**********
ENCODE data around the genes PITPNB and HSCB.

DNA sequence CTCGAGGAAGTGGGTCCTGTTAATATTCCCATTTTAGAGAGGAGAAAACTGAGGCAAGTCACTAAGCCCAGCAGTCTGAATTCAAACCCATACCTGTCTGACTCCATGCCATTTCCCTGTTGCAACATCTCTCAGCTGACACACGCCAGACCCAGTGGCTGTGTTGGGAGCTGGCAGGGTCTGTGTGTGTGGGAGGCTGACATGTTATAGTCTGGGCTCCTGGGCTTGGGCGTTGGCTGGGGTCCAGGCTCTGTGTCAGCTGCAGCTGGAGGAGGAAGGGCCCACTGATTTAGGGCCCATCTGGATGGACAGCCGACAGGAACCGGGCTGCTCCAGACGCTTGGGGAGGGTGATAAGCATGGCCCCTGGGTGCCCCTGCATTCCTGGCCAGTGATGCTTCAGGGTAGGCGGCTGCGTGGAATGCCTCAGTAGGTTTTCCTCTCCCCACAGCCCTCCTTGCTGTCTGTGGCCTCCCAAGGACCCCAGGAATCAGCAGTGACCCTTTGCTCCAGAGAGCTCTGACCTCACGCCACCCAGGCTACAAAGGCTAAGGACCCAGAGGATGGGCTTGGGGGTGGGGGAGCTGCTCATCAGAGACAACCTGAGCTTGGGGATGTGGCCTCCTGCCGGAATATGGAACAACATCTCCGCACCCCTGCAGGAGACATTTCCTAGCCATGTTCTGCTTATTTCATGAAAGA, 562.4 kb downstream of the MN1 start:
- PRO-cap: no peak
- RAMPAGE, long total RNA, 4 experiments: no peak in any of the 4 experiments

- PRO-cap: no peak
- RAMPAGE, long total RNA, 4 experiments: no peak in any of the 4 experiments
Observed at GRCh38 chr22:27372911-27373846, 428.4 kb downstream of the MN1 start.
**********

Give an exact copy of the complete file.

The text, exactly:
ENCODE data around the genes PITPNB and HSCB.

DNA sequence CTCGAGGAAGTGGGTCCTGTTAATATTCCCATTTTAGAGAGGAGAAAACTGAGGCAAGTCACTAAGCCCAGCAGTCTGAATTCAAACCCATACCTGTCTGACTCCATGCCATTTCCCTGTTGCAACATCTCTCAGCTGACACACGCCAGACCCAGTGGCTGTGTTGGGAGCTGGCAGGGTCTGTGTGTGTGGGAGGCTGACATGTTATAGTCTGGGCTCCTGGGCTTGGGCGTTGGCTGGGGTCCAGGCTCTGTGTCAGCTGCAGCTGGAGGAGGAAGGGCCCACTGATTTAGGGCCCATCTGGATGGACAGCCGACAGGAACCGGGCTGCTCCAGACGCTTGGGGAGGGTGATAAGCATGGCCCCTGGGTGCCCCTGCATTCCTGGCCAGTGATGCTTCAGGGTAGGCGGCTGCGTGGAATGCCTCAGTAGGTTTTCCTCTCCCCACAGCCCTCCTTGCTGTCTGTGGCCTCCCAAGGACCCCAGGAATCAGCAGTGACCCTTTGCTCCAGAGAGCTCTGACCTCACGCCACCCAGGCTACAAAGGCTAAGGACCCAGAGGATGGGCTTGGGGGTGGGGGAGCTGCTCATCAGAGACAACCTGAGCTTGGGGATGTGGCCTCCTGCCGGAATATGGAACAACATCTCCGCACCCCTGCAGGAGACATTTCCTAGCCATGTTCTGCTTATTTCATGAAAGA, 562.4 kb downstream of the MN1 start:
- PRO-cap: no peak
- RAMPAGE, long total RNA, 4 experiments: no peak in any of the 4 experiments

- PRO-cap: no peak
- RAMPAGE, long total RNA, 4 experiments: no peak in any of the 4 experiments
Observed at GRCh38 chr22:27372911-27373846, 428.4 kb downstream of the MN1 start.